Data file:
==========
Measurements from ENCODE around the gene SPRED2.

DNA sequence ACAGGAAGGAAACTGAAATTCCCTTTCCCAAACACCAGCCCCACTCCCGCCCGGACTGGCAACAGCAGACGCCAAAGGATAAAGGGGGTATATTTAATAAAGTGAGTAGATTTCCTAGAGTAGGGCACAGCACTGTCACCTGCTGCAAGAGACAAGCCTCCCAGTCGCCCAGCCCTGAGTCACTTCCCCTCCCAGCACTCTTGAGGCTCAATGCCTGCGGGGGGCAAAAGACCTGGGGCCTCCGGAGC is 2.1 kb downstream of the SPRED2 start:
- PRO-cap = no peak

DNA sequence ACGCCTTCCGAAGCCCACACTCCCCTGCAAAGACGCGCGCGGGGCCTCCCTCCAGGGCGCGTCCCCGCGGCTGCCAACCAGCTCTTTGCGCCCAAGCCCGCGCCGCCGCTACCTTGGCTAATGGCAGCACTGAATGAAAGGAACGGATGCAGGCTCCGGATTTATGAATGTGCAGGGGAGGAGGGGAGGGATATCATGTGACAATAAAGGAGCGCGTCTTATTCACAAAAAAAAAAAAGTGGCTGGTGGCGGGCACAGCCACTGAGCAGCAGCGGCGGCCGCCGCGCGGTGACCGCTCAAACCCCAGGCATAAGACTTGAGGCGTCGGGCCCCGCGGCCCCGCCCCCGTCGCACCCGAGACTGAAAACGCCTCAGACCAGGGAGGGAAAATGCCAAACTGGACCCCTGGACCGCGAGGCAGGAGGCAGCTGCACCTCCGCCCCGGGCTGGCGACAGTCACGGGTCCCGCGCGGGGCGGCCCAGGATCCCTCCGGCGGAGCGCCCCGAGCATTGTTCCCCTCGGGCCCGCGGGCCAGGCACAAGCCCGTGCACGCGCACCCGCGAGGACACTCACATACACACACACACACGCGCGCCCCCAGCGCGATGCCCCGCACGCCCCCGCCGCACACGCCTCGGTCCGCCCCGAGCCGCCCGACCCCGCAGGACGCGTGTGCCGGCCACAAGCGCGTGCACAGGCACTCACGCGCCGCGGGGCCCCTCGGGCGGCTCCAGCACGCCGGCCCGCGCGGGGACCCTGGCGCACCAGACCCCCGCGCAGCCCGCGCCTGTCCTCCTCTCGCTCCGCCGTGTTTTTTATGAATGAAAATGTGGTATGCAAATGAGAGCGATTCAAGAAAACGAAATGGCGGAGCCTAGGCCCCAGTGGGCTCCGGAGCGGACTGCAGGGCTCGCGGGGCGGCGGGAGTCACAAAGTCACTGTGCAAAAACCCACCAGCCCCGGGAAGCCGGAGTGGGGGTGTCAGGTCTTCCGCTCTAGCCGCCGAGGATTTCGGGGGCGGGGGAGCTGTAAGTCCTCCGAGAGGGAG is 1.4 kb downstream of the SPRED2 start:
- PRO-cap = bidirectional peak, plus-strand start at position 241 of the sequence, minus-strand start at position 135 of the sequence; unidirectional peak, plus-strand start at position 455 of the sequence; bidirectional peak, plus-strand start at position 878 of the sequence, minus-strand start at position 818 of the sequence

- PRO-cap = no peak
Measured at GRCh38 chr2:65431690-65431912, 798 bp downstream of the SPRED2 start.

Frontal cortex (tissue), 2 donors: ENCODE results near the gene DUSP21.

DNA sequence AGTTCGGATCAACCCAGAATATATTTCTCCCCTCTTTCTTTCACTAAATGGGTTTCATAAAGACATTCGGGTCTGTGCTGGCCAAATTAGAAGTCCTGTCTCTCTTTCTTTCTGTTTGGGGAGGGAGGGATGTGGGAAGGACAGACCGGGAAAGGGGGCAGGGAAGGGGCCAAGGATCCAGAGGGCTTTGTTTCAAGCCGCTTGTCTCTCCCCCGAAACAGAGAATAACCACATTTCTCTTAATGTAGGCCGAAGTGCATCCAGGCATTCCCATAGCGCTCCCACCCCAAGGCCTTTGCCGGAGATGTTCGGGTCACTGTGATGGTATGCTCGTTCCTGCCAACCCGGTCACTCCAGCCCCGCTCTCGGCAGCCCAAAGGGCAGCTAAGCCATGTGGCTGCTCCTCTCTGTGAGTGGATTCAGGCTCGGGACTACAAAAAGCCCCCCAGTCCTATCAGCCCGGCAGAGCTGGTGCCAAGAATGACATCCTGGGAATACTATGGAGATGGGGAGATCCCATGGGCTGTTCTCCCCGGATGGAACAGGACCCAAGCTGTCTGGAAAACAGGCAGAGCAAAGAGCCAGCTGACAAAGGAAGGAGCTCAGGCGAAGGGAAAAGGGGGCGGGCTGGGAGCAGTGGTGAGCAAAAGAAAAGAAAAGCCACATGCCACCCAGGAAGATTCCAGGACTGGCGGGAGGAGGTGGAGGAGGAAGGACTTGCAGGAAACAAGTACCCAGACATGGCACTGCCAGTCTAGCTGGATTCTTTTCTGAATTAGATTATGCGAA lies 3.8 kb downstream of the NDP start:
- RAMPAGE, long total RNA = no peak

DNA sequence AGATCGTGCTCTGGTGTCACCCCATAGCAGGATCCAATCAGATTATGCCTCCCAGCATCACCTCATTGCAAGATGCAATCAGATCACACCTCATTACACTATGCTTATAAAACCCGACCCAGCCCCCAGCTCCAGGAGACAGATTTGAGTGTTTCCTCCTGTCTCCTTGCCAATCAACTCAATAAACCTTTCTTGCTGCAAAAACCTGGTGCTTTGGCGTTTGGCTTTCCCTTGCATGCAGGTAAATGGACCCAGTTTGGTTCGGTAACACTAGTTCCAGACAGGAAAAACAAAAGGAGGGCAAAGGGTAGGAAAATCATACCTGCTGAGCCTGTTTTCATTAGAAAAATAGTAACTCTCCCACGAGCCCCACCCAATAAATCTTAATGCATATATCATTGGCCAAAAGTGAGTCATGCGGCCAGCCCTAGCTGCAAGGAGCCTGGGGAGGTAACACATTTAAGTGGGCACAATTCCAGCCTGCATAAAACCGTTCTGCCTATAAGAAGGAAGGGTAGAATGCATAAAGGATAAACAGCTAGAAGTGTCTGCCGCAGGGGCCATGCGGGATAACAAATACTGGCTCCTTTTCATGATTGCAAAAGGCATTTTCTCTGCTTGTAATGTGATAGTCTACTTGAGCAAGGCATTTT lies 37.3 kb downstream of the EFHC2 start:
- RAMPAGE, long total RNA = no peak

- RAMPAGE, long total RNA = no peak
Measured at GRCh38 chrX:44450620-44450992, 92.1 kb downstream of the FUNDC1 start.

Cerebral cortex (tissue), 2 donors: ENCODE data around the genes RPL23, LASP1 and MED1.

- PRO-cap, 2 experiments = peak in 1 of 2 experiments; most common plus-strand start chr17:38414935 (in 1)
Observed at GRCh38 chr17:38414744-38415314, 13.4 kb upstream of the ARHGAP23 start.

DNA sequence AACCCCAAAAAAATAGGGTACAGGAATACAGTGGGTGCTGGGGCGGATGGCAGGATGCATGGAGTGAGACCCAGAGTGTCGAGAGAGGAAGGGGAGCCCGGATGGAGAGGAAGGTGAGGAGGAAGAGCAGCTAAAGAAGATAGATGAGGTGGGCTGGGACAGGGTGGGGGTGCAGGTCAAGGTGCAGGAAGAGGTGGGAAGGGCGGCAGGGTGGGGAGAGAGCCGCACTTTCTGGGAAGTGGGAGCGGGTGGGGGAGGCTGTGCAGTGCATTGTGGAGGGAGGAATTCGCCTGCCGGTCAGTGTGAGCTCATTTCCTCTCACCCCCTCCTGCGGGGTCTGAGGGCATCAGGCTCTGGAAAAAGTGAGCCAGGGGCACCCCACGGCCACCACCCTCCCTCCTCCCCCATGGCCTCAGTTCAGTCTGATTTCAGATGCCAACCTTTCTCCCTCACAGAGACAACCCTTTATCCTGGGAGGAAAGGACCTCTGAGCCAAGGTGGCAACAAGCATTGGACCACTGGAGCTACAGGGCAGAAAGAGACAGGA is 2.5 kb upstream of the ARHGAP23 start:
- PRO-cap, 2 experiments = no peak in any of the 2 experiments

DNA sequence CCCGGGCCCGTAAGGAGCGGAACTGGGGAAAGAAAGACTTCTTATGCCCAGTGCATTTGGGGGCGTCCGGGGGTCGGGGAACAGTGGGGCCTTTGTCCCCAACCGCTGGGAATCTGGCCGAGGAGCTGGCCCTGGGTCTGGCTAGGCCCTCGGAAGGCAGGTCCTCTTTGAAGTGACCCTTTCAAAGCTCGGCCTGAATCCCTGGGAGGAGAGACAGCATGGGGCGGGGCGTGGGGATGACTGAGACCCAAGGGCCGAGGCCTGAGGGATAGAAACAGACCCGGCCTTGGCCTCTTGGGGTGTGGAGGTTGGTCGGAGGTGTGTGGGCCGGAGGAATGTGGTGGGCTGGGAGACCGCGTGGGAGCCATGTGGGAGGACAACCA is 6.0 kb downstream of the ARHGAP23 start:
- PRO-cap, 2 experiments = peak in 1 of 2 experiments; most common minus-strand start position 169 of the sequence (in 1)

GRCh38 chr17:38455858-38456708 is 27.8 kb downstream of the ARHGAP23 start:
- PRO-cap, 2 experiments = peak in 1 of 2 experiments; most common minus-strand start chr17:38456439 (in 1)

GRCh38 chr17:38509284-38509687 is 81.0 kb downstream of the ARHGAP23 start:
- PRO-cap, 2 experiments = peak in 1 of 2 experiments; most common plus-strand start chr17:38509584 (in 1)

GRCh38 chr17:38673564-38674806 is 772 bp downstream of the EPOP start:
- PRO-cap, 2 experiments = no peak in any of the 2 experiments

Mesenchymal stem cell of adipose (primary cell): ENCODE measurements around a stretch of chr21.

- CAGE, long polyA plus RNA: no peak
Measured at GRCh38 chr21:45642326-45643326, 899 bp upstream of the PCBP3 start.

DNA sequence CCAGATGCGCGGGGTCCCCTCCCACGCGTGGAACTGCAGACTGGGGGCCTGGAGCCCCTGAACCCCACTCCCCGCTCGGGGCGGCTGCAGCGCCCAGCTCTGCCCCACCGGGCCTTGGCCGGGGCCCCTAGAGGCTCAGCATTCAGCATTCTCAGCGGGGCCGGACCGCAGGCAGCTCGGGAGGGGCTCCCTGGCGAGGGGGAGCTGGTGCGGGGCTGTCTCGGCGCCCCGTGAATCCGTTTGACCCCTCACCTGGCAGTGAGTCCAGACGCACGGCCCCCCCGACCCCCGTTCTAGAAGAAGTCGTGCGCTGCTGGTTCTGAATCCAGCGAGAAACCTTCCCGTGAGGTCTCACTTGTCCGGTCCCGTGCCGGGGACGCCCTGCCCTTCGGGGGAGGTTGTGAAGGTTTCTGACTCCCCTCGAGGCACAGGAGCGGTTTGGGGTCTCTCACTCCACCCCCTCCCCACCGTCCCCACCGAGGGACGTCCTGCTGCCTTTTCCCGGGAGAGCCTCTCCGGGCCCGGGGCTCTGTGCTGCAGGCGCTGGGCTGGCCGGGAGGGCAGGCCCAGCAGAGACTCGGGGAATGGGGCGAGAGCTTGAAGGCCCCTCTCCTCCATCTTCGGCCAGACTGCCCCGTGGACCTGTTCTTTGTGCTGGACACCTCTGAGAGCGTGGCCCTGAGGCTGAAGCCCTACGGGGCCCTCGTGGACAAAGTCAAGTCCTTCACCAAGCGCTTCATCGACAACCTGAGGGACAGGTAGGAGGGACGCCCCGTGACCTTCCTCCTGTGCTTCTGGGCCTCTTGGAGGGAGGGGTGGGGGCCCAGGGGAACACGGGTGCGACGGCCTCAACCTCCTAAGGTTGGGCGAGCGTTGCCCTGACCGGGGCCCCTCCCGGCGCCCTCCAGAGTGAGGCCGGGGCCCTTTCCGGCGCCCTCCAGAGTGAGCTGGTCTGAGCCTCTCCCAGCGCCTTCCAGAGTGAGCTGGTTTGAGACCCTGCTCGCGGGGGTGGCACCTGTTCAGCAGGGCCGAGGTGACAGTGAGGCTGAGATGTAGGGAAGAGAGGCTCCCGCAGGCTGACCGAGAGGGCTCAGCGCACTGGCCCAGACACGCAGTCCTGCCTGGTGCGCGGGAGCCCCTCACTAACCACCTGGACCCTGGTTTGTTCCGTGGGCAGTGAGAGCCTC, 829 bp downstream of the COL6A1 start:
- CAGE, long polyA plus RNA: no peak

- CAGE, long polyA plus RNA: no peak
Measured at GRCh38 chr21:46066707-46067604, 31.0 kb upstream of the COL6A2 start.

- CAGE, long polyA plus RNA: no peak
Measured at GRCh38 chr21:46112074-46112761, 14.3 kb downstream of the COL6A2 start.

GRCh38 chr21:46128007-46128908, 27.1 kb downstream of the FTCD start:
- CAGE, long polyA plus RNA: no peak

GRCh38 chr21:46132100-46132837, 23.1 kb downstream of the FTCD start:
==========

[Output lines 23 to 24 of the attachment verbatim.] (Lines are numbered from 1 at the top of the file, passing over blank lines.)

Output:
- PRO-cap, 2 experiments = peak in 1 of 2 experiments; most common minus-strand start chr17:38456439 (in 1)

GRCh38 chr17:38509284-38509687 is 81.0 kb downstream of the ARHGAP23 start: